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Maddy Leblanc

on 5 December 2014

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Transcript of Cancer

The disease caused by an uncontrolled division of abnormal cells in a part of the body.

Impact of Genetics and Technology on Society: Cancer

Examples of Cancer
They're many risk factors and causes for cancer. These include chemical, environment, food, genetics, hormones, radiation, sunlight, tobacco, weight and infectious agents. The most common risk factors for cancer include aging, tobacco, sun exposure, radiation exposure, chemicals and other substances, some viruses and bacteria, certain hormones, family history of cancer, alcohol, poor diet, lack of physical activity, or being overweight.
Risk Factors
The environment around you is a major risk factor when it comes to cancer.
work place hazards

are main causes of cancer. Even if you don't smoke, you might inhale secondhand smoke if you go where people are smoking or you live with someone who smokes. Chemicals in your home or workplace, such as asbestos and benzene, also are associated with an increased risk of cancer.
Environmental Risk Factors
Smoking is responsible for at least 30% of all cancer deaths.
major risk
factors are:
coronary heart disease.
peripheral vascular disease.
numerous cancers including cancers of the lung, mouth, oesophagus, larynx, kidney, pancreas, bladder, stomach and cervix.
and other diseases and conditions.
Smoking causes one-tenth of CVD worldwide.
Globally, tobacco causes some 6 million deaths a year.
The risk for coronary heart disease is 25 per cent higher in female smokers than in male smokers.
Tobacco Risk Factors
When it come to genetics, your risk for cancer being passed onto you is low unless there are
at least two
people with the same type of cancer on the same side of your family. The more members of your family that have been diagnosed with the same type of cancer, and the younger they were when diagnosed, will be more likely for there to be a family link.

It's only likely that a cancer gene is present in your family if:

One of your parents, or siblings have had two different types of cancer
Two or more closely related people in your family have had the same type of cancer, or have had types of cancer that are sometimes connected
Members of your family have had cancer at an unusually young age
Genetic Risk Factors
A malignant growth or tumor
resulting from the division of abnormal cells.
Cancer is not just one disease but many
diseases. There are more than 100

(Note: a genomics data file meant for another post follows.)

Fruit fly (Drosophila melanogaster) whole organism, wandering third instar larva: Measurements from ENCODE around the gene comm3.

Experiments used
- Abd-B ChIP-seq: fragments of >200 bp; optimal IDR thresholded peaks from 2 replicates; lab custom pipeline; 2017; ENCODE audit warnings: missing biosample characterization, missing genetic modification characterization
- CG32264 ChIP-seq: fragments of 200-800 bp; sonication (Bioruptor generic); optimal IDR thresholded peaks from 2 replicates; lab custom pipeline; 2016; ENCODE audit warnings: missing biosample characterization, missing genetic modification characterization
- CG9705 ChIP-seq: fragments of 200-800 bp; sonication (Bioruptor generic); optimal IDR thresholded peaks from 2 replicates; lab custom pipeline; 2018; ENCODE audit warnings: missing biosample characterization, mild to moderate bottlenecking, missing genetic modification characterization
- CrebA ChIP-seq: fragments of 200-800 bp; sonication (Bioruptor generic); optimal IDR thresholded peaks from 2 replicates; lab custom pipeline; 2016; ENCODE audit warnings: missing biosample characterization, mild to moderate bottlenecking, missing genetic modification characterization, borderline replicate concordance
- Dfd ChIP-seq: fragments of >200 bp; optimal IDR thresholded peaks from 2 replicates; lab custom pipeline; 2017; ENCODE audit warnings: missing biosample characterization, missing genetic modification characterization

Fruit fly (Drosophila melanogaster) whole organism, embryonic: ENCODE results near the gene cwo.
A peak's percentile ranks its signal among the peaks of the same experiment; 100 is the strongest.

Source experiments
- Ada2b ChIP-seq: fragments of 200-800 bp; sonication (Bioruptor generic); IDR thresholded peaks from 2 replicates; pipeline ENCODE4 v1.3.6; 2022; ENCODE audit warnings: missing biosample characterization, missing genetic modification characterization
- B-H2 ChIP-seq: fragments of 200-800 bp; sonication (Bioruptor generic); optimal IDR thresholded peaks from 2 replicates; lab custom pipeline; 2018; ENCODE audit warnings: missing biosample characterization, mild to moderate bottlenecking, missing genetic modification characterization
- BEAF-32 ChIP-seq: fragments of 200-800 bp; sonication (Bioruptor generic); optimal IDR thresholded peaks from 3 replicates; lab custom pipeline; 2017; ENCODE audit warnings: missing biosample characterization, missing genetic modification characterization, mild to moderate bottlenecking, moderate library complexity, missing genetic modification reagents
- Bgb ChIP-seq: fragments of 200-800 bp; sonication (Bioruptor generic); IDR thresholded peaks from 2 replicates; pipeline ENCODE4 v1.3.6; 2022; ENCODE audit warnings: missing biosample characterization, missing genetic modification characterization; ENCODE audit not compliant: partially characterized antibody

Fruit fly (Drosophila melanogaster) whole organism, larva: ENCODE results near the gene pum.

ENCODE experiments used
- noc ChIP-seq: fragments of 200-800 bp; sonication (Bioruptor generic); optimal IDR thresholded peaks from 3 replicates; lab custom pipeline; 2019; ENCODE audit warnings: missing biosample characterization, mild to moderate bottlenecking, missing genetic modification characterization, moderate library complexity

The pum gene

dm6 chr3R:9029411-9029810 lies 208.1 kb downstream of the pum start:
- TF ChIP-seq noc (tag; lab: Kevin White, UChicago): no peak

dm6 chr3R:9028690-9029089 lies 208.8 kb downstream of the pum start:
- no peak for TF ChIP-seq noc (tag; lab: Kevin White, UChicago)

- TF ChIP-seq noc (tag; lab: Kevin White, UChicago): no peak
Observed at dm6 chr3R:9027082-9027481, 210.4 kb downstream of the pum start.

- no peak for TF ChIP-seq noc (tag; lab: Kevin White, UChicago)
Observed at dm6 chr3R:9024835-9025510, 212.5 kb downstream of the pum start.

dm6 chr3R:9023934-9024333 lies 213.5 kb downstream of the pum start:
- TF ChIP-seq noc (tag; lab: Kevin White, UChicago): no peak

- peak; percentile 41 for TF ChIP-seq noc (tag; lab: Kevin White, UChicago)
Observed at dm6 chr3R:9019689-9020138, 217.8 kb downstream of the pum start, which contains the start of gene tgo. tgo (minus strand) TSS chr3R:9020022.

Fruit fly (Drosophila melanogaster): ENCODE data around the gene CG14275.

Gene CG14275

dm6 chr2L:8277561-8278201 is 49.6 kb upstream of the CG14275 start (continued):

different types of cancer.
is a cancer that starts in blood stem cells. When blood stem cells in the bone marrow change and can't grow or behave properly it creates Leukemia cells. Over a period of time, the leukemia cells overpower normal blood cells so that they can no longer do their jobs. Blood stem cells develop into either lymphoid stem cells or myeloid stem cells.

Lymphoid stem cells
develop into lymphocytes, a type of white blood cell. Lymphocytes make antibodies to help fight infection.
Myeloid stem cells
develop into red blood cells, granulocytes, monocytes or platelets. Red blood cells carry oxygen to all tissues of the body.

Lung Cancer
Breast cancer
is a malignant tumour that starts in the cells of the breast. Malignant means that it can spread, or metastasize, to other parts of the body.
Cells in the breast sometimes change and no longer grow or behave normally. These changes may lead to benign breast conditions such as atypical hyperplasia and cysts

Breast Cancer
Lung cancer is a spreading tumour that begins inside the cells of the lung. When cancer starts inside lung cells, it's called primary lung cancer.
There is two types of lung cancer,
Non-small cell lung cancer
, and
small cell lung cancer
Non–small cell lung cancer
usually starts in glandular cells on the outer part of the lung. This type of cancer is called adenocarcinoma. Non–small cell lung cancer can also start in flat, thin cells called squamous cells.
Small cell lung cancer
usually starts in cells that line the bronchi in the centre of the lungs. The main types of small cell lung cancer are small cell carcinoma and combined small cell carcinoma

Kidney cancer
is a malignant tumour that starts in the cells of the kidney. Malignant means that it can spread, or metastasize, to other parts of the body.

Cells in the kidney sometimes change and no longer grow or behave normally. These changes may lead to benign conditions such as cysts. They can also lead to benign tumours such as renal adenoma
Rare types of kidney cancer can also develop. These include
renal sarcoma
adult Wilms tumour.

Scientists usually look at 3 things to determine if something is a risk factor for cancer:

1.How much, how often and under what circumstances people are exposed to a particular substance. Scientists are more confident that exposure is directly related to cancer risk when
the risk of cancer increases as exposure increases
the risk of cancer decreases as exposure decreases

2.How strong and how consistent the relationship is between exposure and the risk of developing cancer.

3.How similar the findings are in studies done in people and in the laboratory. When these studies come to similar conclusions, scientists are more confident about the relationship between exposure to a substance and its role as a risk factor for cancer.

Low risk does not mean that a person will not get cancer. It means that there is less chance of getting cancer.
High risk means that the chances of getting cancer may be greater, but it does not mean that cancer will develop. It isn’t always clear why one person gets cancer and another doesn’t.

Work cited





Cancer is currently responsible for
deaths per day, and
7.6 million
people a year across the world.

12 million
people are diagnosed with some form of cancer every year.

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